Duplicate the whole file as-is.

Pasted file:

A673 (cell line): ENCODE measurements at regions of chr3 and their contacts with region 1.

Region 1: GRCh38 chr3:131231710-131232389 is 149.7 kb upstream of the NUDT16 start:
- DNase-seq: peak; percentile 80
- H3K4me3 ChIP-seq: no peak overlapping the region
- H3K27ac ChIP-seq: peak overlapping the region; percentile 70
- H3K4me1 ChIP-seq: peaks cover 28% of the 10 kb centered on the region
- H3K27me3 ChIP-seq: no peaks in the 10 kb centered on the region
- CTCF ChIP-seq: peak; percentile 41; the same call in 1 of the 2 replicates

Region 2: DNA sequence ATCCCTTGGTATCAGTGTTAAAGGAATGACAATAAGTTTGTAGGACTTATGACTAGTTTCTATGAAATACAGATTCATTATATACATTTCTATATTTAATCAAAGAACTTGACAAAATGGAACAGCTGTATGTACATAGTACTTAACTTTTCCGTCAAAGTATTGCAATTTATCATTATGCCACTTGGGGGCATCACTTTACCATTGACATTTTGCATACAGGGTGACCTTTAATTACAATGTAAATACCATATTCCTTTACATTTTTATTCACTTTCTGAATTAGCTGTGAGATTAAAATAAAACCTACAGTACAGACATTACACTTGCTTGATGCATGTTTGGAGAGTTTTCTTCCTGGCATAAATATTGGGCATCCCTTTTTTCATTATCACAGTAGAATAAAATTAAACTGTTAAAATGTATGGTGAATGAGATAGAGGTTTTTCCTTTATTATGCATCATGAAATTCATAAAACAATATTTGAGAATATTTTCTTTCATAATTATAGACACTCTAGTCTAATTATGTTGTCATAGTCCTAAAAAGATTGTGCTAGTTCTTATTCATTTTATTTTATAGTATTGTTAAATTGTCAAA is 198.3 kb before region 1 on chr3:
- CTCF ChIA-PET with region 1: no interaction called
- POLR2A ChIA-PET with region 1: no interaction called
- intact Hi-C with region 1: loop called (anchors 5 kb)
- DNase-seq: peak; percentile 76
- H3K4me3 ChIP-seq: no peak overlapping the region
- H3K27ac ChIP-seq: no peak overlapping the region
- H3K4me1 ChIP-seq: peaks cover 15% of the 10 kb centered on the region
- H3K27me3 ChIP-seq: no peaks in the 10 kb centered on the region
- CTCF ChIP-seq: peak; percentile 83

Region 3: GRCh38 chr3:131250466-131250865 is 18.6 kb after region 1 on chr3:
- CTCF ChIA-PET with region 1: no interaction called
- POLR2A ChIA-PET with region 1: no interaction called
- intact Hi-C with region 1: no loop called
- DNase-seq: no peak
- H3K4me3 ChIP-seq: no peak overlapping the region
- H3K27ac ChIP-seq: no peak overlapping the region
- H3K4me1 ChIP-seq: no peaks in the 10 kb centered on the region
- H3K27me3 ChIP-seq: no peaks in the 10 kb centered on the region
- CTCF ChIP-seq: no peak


A673 (cell line): ENCODE measurements at regions of chr3 and their contacts with region 1.

Region 1: GRCh38 chr3:131231710-131232389 is 149.7 kb upstream of the NUDT16 start:
- DNase-seq: peak; percentile 80
- H3K4me3 ChIP-seq: no peak overlapping the region
- H3K27ac ChIP-seq: peak overlapping the region; percentile 70
- H3K4me1 ChIP-seq: peaks cover 28% of the 10 kb centered on the region
- H3K27me3 ChIP-seq: no peaks in the 10 kb centered on the region
- CTCF ChIP-seq: peak; percentile 41; the same call in 1 of the 2 replicates

Region 2: DNA sequence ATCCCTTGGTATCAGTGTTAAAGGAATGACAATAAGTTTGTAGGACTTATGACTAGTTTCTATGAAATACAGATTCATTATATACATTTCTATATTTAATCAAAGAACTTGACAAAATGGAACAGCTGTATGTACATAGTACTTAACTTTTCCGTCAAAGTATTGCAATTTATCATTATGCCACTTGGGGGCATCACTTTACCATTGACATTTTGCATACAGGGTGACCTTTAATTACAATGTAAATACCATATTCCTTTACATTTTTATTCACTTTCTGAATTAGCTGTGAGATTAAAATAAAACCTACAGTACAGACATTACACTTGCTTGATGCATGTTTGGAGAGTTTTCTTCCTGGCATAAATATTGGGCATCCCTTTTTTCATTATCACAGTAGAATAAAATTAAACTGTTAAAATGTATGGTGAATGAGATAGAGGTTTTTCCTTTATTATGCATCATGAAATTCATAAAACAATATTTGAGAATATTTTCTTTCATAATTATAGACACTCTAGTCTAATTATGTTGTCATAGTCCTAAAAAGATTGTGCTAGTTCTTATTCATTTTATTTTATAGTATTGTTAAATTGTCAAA is 198.3 kb before region 1 on chr3:
- CTCF ChIA-PET with region 1: no interaction called
- POLR2A ChIA-PET with region 1: no interaction called
- intact Hi-C with region 1: loop called (anchors 5 kb)
- DNase-seq: peak; percentile 76
- H3K4me3 ChIP-seq: no peak overlapping the region
- H3K27ac ChIP-seq: no peak overlapping the region
- H3K4me1 ChIP-seq: peaks cover 15% of the 10 kb centered on the region
- H3K27me3 ChIP-seq: no peaks in the 10 kb centered on the region
- CTCF ChIP-seq: peak; percentile 83

Region 3: GRCh38 chr3:131250466-131250865 is 18.6 kb after region 1 on chr3:
- CTCF ChIA-PET with region 1: no interaction called
- POLR2A ChIA-PET with region 1: no interaction called
- intact Hi-C with region 1: no loop called
- DNase-seq: no peak
- H3K4me3 ChIP-seq: no peak overlapping the region
- H3K27ac ChIP-seq: no peak overlapping the region
- H3K4me1 ChIP-seq: no peaks in the 10 kb centered on the region
- H3K27me3 ChIP-seq: no peaks in the 10 kb centered on the region
- CTCF ChIP-seq: no peak